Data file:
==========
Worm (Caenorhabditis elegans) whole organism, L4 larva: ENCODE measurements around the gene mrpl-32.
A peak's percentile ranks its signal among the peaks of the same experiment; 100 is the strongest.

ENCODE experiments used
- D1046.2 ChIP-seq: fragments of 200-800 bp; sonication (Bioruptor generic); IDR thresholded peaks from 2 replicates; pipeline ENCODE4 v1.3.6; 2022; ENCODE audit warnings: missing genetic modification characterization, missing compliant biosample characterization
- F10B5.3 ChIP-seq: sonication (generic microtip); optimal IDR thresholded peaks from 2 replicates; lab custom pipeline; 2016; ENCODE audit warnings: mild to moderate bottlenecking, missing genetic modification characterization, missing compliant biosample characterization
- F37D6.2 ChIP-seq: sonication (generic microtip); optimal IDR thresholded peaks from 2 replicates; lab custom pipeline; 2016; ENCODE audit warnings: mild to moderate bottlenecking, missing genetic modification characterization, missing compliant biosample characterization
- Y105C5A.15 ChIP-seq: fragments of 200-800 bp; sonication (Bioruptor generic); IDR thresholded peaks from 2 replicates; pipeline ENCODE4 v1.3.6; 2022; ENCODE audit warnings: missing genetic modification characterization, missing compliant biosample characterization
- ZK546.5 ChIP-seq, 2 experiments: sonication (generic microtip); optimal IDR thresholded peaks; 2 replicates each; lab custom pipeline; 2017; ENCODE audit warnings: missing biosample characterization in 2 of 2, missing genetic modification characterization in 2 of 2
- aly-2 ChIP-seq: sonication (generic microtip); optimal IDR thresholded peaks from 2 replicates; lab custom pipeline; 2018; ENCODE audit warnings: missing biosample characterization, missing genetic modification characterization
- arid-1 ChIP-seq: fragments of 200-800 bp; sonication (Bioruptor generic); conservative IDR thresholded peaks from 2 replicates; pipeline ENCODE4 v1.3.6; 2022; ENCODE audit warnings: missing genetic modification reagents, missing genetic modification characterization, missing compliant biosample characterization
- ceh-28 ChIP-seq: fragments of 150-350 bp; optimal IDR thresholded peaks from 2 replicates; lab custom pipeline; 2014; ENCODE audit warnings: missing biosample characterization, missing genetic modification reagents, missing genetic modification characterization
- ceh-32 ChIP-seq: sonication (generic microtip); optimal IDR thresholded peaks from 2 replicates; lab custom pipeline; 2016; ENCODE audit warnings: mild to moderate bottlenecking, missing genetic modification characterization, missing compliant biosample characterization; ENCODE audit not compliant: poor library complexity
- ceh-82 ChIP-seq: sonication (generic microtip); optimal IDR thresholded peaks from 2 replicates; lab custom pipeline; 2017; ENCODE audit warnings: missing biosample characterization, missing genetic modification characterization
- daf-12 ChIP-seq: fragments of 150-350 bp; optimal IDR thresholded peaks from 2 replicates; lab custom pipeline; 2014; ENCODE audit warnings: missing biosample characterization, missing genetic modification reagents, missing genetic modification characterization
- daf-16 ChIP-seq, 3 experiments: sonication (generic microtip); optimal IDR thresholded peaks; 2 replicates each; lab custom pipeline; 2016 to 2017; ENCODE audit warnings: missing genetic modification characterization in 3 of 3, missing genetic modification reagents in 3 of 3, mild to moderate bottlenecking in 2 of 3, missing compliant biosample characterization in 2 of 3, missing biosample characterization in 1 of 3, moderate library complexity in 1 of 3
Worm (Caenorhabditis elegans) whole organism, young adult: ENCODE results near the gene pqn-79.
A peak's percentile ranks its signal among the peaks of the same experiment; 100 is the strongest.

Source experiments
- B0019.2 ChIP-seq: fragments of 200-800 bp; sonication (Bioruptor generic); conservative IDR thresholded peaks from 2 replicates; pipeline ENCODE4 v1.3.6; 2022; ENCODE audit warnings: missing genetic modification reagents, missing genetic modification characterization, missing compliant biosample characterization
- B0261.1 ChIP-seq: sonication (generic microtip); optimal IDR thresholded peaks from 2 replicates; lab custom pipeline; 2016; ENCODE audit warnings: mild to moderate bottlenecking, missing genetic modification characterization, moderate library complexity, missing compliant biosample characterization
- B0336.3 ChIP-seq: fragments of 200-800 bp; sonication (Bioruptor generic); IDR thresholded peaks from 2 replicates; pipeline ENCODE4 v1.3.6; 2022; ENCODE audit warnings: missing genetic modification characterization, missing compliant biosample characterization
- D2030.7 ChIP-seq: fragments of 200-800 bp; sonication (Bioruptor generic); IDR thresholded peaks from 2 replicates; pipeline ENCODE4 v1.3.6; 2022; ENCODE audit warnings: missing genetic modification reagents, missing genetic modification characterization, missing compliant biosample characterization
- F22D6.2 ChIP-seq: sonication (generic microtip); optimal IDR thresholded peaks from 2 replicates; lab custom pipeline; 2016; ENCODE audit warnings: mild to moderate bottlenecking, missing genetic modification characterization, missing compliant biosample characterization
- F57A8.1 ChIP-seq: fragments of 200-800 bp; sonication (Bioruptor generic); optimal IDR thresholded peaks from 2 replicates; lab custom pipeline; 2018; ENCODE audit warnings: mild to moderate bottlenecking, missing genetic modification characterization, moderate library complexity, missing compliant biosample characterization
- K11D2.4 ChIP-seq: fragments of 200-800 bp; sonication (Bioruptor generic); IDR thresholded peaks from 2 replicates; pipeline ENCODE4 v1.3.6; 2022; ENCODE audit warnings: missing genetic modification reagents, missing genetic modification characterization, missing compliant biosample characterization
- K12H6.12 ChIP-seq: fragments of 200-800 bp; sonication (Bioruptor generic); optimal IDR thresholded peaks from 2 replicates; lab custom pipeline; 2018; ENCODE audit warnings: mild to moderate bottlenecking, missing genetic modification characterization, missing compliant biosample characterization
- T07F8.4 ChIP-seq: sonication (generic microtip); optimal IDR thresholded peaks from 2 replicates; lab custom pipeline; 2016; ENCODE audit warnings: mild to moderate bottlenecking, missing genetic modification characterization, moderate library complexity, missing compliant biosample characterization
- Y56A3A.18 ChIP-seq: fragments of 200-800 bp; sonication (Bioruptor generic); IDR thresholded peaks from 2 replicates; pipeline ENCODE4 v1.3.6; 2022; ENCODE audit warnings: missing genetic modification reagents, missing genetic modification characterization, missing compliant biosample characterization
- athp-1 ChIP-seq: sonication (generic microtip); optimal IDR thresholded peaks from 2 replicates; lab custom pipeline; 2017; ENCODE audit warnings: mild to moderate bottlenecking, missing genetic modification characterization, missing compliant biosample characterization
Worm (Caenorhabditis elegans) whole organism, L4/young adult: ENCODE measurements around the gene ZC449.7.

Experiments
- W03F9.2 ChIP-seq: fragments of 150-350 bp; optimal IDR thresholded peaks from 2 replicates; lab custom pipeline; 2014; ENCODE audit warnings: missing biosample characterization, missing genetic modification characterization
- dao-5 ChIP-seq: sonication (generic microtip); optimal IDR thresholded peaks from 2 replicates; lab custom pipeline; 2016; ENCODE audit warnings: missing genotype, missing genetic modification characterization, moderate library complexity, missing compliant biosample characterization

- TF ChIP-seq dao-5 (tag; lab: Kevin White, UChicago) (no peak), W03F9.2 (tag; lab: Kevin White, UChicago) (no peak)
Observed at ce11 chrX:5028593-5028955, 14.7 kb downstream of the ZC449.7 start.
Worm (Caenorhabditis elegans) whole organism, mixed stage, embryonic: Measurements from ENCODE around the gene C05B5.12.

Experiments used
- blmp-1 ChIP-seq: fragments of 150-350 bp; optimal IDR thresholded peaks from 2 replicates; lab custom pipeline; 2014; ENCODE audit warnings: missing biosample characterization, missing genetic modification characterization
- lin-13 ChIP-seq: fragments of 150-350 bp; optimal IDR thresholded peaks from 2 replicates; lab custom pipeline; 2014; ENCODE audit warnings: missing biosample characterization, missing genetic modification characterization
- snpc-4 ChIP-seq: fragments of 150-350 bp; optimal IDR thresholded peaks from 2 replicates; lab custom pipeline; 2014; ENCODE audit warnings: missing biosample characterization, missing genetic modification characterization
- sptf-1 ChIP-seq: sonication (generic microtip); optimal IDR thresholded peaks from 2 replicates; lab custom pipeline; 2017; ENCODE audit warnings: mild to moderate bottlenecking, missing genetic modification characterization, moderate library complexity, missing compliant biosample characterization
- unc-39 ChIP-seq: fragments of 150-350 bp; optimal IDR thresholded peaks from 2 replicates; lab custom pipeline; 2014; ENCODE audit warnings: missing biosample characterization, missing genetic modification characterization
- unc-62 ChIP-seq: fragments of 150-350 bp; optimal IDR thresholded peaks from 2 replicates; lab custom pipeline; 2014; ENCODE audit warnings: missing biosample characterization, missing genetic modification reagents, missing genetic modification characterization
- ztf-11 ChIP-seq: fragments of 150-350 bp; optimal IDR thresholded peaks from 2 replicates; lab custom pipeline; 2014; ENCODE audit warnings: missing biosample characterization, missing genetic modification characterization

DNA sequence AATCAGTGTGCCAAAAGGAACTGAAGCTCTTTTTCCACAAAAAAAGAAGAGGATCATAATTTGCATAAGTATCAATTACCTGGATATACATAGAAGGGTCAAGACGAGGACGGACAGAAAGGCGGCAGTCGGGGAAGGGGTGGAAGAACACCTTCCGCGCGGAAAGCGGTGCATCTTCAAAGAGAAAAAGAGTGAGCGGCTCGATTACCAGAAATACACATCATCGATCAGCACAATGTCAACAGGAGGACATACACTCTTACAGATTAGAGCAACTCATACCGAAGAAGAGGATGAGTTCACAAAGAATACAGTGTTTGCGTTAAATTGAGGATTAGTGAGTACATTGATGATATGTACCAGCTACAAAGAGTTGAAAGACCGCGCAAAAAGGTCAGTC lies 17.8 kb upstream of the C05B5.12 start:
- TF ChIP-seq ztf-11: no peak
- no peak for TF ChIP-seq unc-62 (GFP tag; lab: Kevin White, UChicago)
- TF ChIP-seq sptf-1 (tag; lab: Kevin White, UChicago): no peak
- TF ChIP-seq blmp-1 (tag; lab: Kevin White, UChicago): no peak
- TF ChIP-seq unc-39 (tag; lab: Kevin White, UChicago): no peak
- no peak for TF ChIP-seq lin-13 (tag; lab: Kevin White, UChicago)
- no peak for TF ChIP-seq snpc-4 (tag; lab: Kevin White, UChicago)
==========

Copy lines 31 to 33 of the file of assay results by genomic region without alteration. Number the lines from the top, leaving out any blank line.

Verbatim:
Experiments
- W03F9.2 ChIP-seq: fragments of 150-350 bp; optimal IDR thresholded peaks from 2 replicates; lab custom pipeline; 2014; ENCODE audit warnings: missing biosample characterization, missing genetic modification characterization
- dao-5 ChIP-seq: sonication (generic microtip); optimal IDR thresholded peaks from 2 replicates; lab custom pipeline; 2016; ENCODE audit warnings: missing genotype, missing genetic modification characterization, moderate library complexity, missing compliant biosample characterization